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Get noticed in the mining industry – your guide to creating a great CV

Posted by: Megan Whitehurst
26/04/18

No two Curriculum Vitae (CV) are the same and as such, there is no, one, fixed way to approach this often, dreaded task. Perhaps then, this is why our candidates often describe creating a great CV as a challenge. At WRS, our specialist mining division understand the industry specific detail required for creating a CV that will get you noticed in this sector.  We have used our experience to create a short guide, designed to help you through the CV creation process. Our guide offers tips that will help you write engaging content and create a professional looking format. By the end of this article you should feel confident that you are able to create a CV that will stand-out - and for all the right reasons!

Make sure that your CV is up-to-date

Whether you are looking for a new job or not, it’s good practice to regularly review and update your CV. By taking this simple advice, you should never miss out on any opportunities to progress your career. Remember, a great CV is a highly effective marketing tool, allowing you to advertise all of your key skills and experience to a prospective employer. Remember, a good CV should always include:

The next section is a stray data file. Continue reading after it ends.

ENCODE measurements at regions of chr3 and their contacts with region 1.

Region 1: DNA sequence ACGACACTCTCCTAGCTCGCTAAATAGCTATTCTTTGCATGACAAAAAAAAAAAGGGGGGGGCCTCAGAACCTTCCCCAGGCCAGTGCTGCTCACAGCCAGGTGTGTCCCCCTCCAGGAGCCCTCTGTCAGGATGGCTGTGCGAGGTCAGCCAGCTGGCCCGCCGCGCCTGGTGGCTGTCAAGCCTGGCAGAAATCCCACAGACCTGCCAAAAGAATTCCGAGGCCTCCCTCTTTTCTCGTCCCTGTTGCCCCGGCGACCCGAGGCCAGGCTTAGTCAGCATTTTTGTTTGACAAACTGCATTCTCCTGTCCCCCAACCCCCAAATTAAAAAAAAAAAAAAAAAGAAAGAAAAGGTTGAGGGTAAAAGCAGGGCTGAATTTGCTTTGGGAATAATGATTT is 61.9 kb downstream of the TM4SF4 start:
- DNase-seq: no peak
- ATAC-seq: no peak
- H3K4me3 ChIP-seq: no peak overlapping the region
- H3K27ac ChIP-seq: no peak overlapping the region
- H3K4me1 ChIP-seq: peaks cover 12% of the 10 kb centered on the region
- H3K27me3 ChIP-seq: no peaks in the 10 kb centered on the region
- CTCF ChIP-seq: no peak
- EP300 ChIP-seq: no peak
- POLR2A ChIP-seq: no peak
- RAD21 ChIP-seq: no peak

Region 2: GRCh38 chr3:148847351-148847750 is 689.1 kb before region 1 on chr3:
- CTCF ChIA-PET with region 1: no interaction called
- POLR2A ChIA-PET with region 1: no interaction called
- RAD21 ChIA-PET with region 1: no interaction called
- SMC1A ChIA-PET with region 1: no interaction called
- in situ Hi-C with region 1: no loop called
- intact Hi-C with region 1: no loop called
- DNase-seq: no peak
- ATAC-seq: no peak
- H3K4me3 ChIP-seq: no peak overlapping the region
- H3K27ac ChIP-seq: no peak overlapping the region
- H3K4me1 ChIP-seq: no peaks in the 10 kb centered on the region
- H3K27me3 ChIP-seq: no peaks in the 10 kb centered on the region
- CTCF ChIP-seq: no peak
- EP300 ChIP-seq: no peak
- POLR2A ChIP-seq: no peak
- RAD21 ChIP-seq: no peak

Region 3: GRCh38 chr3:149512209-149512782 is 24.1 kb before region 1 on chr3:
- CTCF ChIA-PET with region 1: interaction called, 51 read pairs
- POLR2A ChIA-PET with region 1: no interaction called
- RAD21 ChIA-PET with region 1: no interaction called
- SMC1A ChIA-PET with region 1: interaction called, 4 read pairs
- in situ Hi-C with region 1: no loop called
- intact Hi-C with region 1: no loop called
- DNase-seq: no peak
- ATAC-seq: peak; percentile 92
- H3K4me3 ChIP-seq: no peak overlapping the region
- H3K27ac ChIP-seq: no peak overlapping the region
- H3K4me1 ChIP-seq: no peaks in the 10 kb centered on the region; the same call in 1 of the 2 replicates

An accurate overview of your professional history 
Clearly demonstrate your future career goals and aspirations.

Create a great first impression

Before you begin to write your content, take some time to think about the layout and format of your CV. An employer will be looking for a document that is accurate, clear and easy to read. By choosing one font and applying this to the entire document you will avoid making the page look busy and over complicated. We suggest using one font size for your body copy and another, slightly larger font for your headings. To highlight key information you can bold or underline the information, just make sure that you choose just one method and be consistent throughout the document.

Accuracy is absolutely vital to the professionalism of your CV – this document is your first chance to make a great impression. Don’t let yourself down by failing to spot and remove any spelling or grammatical errors! 

Keep your CV relevant and the information concise

Whilst we appreciate that CV’s will vary in length, depending on the level of your experience, it is important that you keep any information included relevant and concise. How you prioritise the information within your CV is critical for engaging a reader, the following points outline the key sections and information which every employer is going to look for in a quick scan of your CV, and how you should approach writing the content for them.